11. The opening (topic) sentence of each point/paragraph should outline what aspect of the poet’s work you are about to discuss as well as connecting clearly with the question (by using the question’s key words or their alternatives.) For longer paragraphs, it is advisable to reconnect with the question (and the wording) in the closing sentence of the paragraph

12. It is advisable to keep quotations short and integrated into sentences. Make sure the quote is accurate and spelt correctly, and is contained in inverted commas. Quotes should be picked/used only because they back up the point that you are making in the point/ paragraph. For example if the point/ paragrpah was discussing Larkin’s use of memorable imagery, then you might use the quote ‘special shell’ or “accoutred frowsty barn’ to prove the point. There is no rule as to how many quotes you should use but it is expected that each point/ paragraph will have at least 3-5 as examples to back up the point you are discussing. Do not use the word ‘quote’ anywhere in your answer. For example instead of writing, “I really liked the quote…..”, instead write ‘I really liked the line/image/phrase.’

13. It is important to make it clear to the examiner that  you understand how a poem is constructed. Use your vocabulary of poetry throughout your answer. Use words like alliteration or ‘alliterative line/phrase’ as well as ‘ onomatopoeia’ or ‘onomatopoeic word/phrase.’ Discuss ‘themes’ and ‘rhythm’ and always use the words ‘simile’ amd metaphor’ – if suitable – when discussing a particular image that the poet has used.

14. Once you have completed your 4-5 point/paragraphs, then you should include a closing/ concluding paragraph to finish. This should be fairly short (depending on time) and should reconnect with the wording of the question. It should also summarise your overall feelings on the poet and possibly even link with the quote that you used in your opening paragraph. Always include a closing paragraph, even if it has to be very short. It is essential to reconnect with the question asked.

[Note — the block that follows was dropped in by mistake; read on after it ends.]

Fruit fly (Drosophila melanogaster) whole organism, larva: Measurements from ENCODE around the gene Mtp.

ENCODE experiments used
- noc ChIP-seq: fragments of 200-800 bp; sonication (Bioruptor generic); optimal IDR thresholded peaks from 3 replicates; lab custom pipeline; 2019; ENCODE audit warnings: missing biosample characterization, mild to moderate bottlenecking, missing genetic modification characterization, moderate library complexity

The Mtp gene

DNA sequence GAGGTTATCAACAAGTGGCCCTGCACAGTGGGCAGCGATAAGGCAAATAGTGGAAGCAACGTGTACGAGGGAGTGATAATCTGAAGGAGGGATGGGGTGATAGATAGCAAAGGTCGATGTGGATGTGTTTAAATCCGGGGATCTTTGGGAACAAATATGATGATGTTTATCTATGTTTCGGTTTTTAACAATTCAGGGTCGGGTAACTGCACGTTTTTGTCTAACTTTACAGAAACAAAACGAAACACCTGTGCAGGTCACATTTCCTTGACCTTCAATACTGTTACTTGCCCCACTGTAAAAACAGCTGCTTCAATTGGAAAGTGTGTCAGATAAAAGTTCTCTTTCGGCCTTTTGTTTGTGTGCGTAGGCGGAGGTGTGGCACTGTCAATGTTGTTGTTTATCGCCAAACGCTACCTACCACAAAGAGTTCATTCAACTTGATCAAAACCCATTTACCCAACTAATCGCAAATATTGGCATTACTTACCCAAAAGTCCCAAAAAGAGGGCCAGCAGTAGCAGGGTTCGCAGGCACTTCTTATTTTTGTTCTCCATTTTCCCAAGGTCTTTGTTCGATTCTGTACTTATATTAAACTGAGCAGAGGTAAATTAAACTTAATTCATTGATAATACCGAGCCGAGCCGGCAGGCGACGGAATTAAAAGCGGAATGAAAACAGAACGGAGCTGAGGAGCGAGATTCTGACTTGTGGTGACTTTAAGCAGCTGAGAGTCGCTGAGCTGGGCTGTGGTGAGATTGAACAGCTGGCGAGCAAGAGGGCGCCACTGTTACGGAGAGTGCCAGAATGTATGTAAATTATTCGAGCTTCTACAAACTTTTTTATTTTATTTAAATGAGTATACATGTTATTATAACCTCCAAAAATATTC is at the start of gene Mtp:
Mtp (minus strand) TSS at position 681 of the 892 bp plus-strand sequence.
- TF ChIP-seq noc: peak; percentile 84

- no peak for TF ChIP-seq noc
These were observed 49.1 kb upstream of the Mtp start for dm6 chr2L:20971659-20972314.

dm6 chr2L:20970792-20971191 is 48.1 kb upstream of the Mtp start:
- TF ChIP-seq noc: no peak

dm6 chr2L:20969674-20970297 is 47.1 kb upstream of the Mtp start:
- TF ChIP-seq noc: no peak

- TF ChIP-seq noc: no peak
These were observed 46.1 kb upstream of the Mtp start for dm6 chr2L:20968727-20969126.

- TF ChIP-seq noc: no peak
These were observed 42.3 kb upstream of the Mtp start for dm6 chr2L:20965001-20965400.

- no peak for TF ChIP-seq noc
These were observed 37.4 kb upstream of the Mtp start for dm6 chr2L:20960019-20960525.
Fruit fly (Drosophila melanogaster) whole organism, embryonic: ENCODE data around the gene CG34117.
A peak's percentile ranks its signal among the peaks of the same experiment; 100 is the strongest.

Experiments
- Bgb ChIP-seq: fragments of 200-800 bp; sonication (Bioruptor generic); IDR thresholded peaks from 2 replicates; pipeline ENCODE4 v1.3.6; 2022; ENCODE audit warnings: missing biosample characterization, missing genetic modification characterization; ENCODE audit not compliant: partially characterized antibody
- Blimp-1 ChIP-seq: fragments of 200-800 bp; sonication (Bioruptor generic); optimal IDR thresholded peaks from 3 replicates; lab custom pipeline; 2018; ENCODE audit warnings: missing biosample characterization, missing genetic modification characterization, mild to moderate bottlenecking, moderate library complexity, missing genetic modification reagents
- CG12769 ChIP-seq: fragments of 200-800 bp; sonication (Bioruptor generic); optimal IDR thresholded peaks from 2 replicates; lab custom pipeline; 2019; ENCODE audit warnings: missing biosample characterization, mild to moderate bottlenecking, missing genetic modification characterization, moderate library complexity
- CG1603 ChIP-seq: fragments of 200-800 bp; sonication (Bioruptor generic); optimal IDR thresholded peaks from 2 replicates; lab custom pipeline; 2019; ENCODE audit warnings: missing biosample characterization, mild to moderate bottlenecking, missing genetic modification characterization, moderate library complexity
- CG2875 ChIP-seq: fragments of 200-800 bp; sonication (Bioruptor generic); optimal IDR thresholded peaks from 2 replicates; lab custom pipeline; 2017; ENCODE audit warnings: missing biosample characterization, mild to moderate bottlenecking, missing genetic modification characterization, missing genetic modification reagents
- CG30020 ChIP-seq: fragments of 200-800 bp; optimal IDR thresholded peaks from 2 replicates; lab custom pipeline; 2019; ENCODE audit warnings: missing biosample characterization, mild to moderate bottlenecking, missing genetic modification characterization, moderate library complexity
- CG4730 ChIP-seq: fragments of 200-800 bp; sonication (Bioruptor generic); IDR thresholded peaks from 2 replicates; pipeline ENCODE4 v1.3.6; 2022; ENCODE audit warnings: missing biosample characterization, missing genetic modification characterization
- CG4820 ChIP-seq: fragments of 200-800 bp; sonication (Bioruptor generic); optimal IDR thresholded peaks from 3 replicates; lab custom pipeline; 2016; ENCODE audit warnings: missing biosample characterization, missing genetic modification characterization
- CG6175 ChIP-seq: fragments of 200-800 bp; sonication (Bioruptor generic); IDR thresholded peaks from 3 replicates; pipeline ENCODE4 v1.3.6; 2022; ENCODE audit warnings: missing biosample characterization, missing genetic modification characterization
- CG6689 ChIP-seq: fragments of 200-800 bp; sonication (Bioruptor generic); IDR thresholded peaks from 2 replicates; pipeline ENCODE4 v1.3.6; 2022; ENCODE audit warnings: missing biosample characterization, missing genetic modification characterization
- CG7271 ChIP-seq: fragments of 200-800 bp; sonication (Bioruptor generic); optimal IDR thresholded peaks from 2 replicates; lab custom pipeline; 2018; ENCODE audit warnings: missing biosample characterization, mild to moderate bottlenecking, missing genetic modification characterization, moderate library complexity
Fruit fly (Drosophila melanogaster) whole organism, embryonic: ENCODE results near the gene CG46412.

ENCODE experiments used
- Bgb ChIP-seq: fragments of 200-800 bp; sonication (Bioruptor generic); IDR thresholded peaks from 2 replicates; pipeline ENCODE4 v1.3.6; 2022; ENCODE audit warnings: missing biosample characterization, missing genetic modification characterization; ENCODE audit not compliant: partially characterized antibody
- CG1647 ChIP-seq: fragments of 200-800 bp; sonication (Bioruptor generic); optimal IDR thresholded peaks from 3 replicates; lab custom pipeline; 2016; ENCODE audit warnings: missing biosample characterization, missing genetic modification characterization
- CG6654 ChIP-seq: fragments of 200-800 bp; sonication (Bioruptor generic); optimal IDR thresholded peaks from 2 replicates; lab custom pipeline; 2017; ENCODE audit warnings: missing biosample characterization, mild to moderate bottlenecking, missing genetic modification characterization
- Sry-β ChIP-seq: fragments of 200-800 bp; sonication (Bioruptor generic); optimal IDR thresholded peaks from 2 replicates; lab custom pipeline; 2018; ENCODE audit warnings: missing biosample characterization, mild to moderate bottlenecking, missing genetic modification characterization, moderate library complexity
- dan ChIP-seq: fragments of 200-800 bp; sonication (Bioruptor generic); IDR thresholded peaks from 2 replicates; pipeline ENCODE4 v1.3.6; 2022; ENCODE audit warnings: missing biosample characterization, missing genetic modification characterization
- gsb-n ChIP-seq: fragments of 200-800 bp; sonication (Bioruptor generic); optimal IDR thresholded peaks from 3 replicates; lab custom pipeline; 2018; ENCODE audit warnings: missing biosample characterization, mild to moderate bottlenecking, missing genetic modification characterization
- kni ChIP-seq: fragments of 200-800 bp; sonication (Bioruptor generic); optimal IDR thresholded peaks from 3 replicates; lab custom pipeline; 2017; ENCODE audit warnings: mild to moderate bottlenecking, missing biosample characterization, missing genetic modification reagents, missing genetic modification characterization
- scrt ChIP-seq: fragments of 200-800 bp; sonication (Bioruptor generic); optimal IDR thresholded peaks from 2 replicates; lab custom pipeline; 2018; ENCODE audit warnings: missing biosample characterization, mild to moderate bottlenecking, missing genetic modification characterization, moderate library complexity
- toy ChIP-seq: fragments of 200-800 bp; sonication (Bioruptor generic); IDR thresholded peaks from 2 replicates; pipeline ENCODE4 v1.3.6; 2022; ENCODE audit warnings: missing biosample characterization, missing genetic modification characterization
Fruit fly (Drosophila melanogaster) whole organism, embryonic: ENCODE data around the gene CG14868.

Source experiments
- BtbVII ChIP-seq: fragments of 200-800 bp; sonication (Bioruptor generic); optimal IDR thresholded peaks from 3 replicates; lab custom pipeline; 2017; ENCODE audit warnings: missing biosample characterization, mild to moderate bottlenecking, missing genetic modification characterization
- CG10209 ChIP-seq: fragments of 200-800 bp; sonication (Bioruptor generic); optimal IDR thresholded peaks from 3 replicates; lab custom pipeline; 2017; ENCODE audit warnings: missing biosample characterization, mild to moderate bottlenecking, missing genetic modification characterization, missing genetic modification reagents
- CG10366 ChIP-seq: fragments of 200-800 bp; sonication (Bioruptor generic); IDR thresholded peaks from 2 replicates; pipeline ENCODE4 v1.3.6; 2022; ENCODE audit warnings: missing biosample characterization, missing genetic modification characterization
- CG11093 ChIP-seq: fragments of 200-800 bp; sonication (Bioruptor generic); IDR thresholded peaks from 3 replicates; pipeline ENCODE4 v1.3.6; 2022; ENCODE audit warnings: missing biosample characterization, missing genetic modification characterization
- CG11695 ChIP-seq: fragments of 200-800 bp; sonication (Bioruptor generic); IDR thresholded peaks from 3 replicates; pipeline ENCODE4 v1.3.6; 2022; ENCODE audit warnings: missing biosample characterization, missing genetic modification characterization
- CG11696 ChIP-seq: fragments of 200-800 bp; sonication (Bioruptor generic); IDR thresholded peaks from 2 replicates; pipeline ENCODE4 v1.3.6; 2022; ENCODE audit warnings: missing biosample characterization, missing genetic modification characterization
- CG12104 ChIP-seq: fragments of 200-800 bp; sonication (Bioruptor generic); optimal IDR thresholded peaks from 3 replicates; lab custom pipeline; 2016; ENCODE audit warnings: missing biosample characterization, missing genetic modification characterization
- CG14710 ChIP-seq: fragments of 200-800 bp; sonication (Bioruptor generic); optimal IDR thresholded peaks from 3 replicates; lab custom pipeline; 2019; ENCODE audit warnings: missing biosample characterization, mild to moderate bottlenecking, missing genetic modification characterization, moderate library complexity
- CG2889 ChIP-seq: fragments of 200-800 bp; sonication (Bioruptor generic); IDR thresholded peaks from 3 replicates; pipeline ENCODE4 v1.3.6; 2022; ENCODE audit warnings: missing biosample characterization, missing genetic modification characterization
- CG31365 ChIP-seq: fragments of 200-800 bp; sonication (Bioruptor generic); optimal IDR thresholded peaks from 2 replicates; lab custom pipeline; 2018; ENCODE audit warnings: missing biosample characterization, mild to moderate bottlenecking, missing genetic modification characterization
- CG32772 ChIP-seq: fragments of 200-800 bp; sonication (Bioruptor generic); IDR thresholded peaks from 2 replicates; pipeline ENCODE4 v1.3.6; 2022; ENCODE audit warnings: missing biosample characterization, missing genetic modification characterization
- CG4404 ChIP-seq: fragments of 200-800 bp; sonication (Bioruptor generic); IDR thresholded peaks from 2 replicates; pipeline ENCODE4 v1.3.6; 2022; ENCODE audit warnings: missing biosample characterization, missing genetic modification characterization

15. Look carefully at the structure and style of the sample paragraphs that you have been given.

16.The most important thing by far in your answer is that you show evidence that  you personally have engaged with the poems themselves i.e. personal response. The word ‘I’ should be at the heart of your answer. The examiner will want to hear what you think about the poet and their work. What did the poem make you think of? Could you connect the poem and its theme(s) with your own life in any way? How relevant is the work of a poet or a particular poem to a teenager in 2014? Was there any particular images that stood out for you in the poet’s work? Is there anything you admired about the poet’s work? What and why? Obviously you do not have time to go on tangents but you do want your personal response to sound believable and authentic. Do not exaggerate to the point of your response sounding unrealistic. If you criticise a poet, be able to base your criticism on their style and the themes that they deal with in their work, rather than simply saying you just hated it or found studying the poet ‘boring’. Remember too that it is possible to disagree or even dislike the views expressed by any poet while still possibly retaining an admiration for his/her skill (style) as a poet.  Writing good personal responses takes both bravery and practice. However you will not achieve high marks in the poetry section unless you master the skill of developing and conveying genuine personal responses in your answer.


‘In each of the questions in Prescribed Poetry the underlying nature of the task is the invitation to the candidates to engage with the poems themselves.’ 

– From ‘Examiner’s guidelines’



Click on any of the images below for specific exam help on that poet.

Sylvia Plath

Sylvia Plath

Emily Dickinson

Emily Dickinson

W.B. Yeats

W.B. Yeats




Philip Larkin






English@Banagher College